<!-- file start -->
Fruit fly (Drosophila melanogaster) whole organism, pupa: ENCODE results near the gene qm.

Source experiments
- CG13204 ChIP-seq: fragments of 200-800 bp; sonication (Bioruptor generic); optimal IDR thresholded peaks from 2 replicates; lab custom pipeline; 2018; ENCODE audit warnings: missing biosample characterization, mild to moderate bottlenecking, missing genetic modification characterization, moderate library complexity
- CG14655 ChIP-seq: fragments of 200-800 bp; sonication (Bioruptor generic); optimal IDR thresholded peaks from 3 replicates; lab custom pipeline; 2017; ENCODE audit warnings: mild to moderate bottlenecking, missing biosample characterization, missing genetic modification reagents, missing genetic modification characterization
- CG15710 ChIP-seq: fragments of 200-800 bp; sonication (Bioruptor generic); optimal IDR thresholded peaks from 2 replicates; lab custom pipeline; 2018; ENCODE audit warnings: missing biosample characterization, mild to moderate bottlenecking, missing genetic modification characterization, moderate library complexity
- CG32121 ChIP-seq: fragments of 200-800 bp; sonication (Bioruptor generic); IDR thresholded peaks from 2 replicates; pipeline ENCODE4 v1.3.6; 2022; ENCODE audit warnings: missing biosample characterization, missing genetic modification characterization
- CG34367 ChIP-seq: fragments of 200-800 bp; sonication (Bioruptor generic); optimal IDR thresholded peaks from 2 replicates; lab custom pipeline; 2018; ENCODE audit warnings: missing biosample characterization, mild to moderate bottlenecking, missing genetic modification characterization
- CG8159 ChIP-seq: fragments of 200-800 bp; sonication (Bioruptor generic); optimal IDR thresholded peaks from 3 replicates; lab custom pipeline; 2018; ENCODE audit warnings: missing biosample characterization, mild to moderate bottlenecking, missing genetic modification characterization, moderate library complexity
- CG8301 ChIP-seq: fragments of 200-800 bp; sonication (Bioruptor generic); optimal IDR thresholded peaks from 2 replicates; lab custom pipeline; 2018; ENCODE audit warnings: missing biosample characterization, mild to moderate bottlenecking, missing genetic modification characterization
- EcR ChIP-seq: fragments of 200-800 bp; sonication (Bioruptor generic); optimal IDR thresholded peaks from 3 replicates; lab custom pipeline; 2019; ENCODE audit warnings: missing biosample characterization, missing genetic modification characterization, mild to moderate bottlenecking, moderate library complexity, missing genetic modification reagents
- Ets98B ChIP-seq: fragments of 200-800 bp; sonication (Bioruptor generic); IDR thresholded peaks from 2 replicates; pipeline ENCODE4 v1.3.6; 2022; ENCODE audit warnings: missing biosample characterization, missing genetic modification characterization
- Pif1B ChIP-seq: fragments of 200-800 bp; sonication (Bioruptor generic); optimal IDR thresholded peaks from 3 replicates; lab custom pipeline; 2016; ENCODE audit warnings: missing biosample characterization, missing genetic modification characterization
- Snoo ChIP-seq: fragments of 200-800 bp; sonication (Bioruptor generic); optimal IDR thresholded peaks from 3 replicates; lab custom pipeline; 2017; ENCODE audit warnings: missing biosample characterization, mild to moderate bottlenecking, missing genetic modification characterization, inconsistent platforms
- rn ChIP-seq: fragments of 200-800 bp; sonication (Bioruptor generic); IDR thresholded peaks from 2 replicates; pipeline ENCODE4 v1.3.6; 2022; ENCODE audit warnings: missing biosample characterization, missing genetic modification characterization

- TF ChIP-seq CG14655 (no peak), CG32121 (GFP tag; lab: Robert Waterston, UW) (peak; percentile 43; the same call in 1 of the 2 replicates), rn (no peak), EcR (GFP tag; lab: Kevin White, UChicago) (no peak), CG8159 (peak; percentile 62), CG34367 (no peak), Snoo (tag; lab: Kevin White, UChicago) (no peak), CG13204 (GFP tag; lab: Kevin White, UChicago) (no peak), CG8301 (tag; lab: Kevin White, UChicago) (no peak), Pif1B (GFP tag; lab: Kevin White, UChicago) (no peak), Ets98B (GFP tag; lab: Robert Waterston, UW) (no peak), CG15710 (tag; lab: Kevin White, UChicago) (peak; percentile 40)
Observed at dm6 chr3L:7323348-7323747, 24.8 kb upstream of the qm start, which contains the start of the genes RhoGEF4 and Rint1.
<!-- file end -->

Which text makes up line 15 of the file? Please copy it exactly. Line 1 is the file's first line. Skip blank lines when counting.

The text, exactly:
- TF ChIP-seq CG14655 (no peak), CG32121 (GFP tag; lab: Robert Waterston, UW) (peak; percentile 43; the same call in 1 of the 2 replicates), rn (no peak), EcR (GFP tag; lab: Kevin White, UChicago) (no peak), CG8159 (peak; percentile 62), CG34367 (no peak), Snoo (tag; lab: Kevin White, UChicago) (no peak), CG13204 (GFP tag; lab: Kevin White, UChicago) (no peak), CG8301 (tag; lab: Kevin White, UChicago) (no peak), Pif1B (GFP tag; lab: Kevin White, UChicago) (no peak), Ets98B (GFP tag; lab: Robert Waterston, UW) (no peak), CG15710 (tag; lab: Kevin White, UChicago) (peak; percentile 40)